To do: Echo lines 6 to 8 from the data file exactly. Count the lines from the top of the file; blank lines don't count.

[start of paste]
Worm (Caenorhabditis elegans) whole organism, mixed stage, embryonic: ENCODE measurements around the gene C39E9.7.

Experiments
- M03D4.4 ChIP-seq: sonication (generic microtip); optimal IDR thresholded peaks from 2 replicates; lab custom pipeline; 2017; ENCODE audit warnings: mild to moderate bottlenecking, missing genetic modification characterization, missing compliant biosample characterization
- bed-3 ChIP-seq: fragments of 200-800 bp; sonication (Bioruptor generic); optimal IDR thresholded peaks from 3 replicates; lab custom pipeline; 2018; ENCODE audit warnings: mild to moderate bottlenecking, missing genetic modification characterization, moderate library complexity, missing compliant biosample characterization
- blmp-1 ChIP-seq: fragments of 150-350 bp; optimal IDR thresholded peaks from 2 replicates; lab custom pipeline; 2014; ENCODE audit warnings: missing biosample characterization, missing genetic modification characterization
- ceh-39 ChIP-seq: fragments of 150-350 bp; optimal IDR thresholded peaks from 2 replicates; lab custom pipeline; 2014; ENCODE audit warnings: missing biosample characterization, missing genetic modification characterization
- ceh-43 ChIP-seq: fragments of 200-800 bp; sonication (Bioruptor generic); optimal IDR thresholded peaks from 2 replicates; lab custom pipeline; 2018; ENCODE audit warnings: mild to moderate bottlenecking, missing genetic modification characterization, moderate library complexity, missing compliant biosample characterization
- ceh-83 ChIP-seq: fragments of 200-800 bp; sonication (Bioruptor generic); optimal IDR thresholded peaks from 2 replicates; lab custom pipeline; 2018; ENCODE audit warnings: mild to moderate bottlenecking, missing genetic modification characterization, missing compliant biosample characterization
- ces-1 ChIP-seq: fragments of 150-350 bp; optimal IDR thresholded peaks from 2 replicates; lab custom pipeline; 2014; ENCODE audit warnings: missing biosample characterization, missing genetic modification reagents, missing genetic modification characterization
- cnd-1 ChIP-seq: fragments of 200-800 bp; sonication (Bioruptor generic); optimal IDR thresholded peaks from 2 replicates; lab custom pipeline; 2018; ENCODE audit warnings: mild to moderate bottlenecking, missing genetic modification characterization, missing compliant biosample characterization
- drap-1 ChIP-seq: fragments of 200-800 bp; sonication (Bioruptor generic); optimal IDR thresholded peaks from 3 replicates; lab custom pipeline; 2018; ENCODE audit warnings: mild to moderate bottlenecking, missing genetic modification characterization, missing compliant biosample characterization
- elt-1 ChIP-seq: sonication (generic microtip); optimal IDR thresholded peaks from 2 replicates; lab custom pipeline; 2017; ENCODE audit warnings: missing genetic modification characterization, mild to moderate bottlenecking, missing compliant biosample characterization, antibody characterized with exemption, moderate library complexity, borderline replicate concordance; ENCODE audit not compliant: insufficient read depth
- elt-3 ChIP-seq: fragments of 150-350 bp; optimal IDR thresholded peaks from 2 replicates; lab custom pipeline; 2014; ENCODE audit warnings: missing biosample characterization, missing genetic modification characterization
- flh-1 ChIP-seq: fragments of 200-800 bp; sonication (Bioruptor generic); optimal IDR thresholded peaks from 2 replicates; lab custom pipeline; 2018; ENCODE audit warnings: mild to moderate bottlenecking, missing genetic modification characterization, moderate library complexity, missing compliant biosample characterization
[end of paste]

- ceh-39 ChIP-seq: fragments of 150-350 bp; optimal IDR thresholded peaks from 2 replicates; lab custom pipeline; 2014; ENCODE audit warnings: missing biosample characterization, missing genetic modification characterization
- ceh-43 ChIP-seq: fragments of 200-800 bp; sonication (Bioruptor generic); optimal IDR thresholded peaks from 2 replicates; lab custom pipeline; 2018; ENCODE audit warnings: mild to moderate bottlenecking, missing genetic modification characterization, moderate library complexity, missing compliant biosample characterization
- ceh-83 ChIP-seq: fragments of 200-800 bp; sonication (Bioruptor generic); optimal IDR thresholded peaks from 2 replicates; lab custom pipeline; 2018; ENCODE audit warnings: mild to moderate bottlenecking, missing genetic modification characterization, missing compliant biosample characterization